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Sir, Krishna Guha and Patrick Jenkins report ("US banks face less strict curbs on bonuses", October 1) that the US is not strictly limiting executive compensation. Thank goodness. Such radical regulation of compensation would be an overreaction to the financial crisis.
A National Bureau of Economic Research study by Fahlenbrach-Stulz entitled "Bank CEO Incentive and the Credit Crisis" revealed that neither option compensation, divergent executive incentives nor equity distribution contributed to risky decision-making. While some chief executives certainly misbehaved, bank CEOs generally lost a tremendous amount of wealth in the credit crisis of 2008.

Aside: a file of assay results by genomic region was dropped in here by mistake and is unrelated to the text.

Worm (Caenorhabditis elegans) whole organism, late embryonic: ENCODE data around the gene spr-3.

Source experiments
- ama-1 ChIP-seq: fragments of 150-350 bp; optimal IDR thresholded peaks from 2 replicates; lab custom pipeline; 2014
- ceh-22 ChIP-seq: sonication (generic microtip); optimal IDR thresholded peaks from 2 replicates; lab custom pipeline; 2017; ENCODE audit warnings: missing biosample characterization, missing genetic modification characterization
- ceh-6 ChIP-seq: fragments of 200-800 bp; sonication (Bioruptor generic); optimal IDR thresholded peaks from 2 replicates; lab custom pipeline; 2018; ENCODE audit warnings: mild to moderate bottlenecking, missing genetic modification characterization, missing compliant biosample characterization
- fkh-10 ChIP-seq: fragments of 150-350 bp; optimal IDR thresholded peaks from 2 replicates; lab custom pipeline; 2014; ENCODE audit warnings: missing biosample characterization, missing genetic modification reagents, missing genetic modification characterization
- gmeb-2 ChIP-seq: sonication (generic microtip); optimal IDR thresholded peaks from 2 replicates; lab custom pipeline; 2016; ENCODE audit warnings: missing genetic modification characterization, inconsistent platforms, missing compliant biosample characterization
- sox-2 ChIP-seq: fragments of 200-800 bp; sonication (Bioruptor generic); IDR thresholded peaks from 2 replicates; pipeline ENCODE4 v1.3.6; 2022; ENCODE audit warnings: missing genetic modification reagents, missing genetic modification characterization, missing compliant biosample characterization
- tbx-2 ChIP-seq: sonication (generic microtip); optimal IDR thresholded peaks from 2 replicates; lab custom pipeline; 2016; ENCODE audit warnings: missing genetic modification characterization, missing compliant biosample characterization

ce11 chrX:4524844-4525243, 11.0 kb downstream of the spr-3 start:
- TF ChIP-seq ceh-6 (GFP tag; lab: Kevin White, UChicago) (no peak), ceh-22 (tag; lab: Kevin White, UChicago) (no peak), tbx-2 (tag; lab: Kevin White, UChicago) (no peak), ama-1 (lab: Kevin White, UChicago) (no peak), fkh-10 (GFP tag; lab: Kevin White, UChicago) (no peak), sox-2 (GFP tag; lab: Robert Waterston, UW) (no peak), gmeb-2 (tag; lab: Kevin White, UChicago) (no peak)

Bank shareholders should decide their own bank CEO compensation schemes based on their unique situations, not government mandates. The conspiratorial notion that most bank CEOs purposely led their companies off a financial cliff for personal profit is flatly contradicted by the facts. Economic fantasy is no substitute for economic reality in these tough times.